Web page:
“[This] fine history of Prohibition . . . could have a major impact on how we read American political history.”—James A. Morone, New York Times Book Review
Prohibition has long been portrayed as a “noble experiment” that failed, a newsreel story of glamorous gangsters, flappers, and speakeasies. Now at last Lisa McGirr dismantles this cherished myth to reveal a much more significant history. Prohibition was the seedbed for a pivotal expansion of the federal government, the genesis of our contemporary penal state. Her deeply researched, eye-opening account uncovers patterns of enforcement still familiar today: the war on alcohol was waged disproportionately in African American, immigrant, and poor white communities. Alongside Jim Crow and other discriminatory laws, Prohibition brought coercion into everyday life and even into private homes. Its targets coalesced into an electoral base of urban, working-class voters that propelled FDR to the White House.
This outstanding history also reveals a new genome for the activist American state, one that shows the DNA of the right as well as the left. It was Herbert Hoover who built the extensive penal apparatus used by the federal government to combat the crime spawned by Prohibition. The subsequent federal wars on crime, on drugs, and on terror all display the inheritances of the war on alcohol. McGirr shows the powerful American state to be a bipartisan creation, a legacy not only of the New Deal and the Great Society but also of Prohibition and its progeny.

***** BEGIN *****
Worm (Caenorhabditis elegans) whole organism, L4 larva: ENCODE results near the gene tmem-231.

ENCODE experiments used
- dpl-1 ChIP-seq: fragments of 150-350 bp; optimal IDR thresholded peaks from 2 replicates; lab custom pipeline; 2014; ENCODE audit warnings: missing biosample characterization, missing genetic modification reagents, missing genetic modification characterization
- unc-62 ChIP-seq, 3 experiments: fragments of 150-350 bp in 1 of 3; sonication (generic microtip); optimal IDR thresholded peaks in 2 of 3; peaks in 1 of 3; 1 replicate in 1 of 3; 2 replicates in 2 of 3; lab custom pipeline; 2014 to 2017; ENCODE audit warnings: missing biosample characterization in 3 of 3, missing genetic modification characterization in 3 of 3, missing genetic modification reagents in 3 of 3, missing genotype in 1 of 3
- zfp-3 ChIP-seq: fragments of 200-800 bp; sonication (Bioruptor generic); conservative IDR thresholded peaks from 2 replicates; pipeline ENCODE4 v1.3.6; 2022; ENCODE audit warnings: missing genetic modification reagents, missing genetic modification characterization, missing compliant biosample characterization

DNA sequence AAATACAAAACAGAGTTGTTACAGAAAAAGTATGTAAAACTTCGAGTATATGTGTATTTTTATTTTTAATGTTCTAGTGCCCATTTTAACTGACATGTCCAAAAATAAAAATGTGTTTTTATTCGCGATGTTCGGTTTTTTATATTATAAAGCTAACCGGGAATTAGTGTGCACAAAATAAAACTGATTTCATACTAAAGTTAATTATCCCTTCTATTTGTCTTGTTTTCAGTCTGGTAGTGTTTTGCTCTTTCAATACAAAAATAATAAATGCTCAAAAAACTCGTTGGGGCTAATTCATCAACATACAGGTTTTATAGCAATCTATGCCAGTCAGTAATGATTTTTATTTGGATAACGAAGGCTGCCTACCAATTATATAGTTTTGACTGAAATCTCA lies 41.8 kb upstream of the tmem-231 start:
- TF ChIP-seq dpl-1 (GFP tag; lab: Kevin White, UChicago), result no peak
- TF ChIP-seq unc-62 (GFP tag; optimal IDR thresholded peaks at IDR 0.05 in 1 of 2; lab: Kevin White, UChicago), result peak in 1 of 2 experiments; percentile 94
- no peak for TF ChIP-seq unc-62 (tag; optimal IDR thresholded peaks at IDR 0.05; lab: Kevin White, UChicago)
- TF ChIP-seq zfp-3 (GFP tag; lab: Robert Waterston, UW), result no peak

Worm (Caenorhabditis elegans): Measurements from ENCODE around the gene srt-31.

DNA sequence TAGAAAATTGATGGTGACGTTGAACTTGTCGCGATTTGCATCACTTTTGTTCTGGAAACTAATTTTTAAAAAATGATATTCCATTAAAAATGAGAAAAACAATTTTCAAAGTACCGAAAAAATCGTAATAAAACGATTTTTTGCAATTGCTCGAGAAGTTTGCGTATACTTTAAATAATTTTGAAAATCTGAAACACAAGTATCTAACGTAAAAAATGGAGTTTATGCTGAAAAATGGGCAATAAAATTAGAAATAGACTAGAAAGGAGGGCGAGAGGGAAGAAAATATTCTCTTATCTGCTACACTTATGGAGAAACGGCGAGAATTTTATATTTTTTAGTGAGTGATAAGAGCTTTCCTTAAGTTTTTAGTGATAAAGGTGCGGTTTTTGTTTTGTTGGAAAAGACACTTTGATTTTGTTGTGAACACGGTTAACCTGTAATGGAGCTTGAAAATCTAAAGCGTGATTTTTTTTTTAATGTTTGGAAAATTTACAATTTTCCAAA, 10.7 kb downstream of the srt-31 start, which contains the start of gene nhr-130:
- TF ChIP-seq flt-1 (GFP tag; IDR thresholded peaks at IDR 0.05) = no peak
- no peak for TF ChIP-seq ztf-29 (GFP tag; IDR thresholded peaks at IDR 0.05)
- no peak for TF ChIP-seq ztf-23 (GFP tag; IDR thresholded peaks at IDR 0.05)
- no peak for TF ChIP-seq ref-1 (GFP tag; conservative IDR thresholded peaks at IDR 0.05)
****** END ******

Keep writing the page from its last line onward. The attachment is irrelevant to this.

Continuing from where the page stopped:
The War on Alcohol is history at its best—original, authoritative, and illuminating of our past and its continuing presence today.
The Hollywood narrative of Prohibition as a time of gangsters spraying bullets from machine guns is blown wide open in McGirr's ambitious history of the 14-year period in early 20th-century America and its repercussions for social mores, public policy, and the criminal justice system. Using personal papers as well as records of state and federal commissions on enforcement, McGirr (Suburban Warriors), a professor of history at Harvard, delves into the details of the often uneasy alliances between Protestant temperance advocates, who fought for the Volstead Act and ratification of the 18th Amendment, and Klansmen, who helped enforce liquor laws on the local level. McGirr touches on oft-glamorized tales of bootlegging gangsters and speakeasies, instead choosing to focus on the stories of everyday victims of enforcement based on racial, religious, and class discrimination. This occurred in tandem with the racial integration of Southern bootleggers and speakeasy patrons. Both sobering and enlightening, McGirr's work gives Prohibition and its consequences a much-needed reexamination that provides insights relevant to today's War on Drugs. Photos.